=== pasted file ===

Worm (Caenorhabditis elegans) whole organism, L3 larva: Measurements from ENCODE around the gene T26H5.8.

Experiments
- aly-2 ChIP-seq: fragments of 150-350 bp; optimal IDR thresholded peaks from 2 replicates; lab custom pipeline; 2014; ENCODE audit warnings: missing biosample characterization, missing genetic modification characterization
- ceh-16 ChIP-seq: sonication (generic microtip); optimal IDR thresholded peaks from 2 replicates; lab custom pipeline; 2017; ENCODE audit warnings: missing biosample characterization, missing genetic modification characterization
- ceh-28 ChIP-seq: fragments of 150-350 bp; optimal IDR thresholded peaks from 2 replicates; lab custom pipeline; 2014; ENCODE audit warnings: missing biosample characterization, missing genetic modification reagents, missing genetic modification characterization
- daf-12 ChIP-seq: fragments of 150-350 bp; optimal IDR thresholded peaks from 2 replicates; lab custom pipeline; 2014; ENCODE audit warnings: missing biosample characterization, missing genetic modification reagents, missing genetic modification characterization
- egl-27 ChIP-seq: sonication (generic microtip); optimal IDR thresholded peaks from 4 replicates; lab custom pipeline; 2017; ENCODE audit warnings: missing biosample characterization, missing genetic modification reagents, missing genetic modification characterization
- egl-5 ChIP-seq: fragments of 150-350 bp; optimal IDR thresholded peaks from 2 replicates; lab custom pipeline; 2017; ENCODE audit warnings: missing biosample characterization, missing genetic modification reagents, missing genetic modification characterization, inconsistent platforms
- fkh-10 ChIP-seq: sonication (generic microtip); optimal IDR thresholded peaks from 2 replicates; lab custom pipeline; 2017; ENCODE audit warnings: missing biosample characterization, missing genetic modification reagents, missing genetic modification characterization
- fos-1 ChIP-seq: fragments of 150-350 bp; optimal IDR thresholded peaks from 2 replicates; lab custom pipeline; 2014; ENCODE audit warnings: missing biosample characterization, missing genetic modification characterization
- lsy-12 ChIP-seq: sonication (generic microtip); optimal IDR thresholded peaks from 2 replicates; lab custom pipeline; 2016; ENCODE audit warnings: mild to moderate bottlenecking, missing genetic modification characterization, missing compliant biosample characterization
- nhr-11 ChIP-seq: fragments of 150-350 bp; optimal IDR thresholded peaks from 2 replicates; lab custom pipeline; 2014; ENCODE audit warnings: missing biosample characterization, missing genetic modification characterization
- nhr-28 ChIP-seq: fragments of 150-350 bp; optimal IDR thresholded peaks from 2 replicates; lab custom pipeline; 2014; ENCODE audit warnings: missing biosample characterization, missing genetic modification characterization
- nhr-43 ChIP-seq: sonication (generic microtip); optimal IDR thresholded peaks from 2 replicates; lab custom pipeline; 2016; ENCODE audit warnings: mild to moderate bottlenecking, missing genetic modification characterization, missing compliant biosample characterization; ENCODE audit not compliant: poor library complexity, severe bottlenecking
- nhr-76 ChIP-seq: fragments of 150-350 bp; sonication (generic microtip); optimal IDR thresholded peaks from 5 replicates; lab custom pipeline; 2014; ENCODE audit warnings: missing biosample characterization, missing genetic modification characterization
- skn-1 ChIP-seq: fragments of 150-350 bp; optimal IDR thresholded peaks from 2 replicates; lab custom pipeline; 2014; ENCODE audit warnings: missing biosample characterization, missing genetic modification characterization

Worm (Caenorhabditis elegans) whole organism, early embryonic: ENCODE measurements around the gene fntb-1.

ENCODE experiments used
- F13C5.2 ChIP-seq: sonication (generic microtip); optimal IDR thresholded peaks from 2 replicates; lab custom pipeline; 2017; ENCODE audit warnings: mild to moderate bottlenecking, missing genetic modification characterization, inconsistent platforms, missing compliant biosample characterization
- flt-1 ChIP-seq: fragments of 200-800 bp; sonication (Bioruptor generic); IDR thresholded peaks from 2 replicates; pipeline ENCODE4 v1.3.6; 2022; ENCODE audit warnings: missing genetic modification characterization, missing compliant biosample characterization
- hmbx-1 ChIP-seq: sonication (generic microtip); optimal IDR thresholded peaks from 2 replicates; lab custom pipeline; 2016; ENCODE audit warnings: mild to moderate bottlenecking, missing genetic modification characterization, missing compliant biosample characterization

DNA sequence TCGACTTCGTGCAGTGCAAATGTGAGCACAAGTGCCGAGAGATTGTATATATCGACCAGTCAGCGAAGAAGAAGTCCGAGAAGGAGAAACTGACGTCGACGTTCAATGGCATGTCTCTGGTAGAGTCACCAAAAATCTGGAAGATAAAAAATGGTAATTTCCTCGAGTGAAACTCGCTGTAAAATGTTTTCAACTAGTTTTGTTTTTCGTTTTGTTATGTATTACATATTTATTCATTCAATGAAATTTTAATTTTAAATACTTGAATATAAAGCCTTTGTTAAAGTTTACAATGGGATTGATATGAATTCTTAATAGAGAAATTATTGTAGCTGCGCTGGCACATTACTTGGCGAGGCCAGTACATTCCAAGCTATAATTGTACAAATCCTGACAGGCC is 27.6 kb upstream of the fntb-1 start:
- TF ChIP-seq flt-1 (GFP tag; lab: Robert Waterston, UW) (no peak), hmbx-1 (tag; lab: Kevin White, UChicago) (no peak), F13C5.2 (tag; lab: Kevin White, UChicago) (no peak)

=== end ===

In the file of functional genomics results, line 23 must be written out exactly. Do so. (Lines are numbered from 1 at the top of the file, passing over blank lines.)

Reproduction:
- TF ChIP-seq flt-1 (GFP tag; lab: Robert Waterston, UW) (no peak), hmbx-1 (tag; lab: Kevin White, UChicago) (no peak), F13C5.2 (tag; lab: Kevin White, UChicago) (no peak)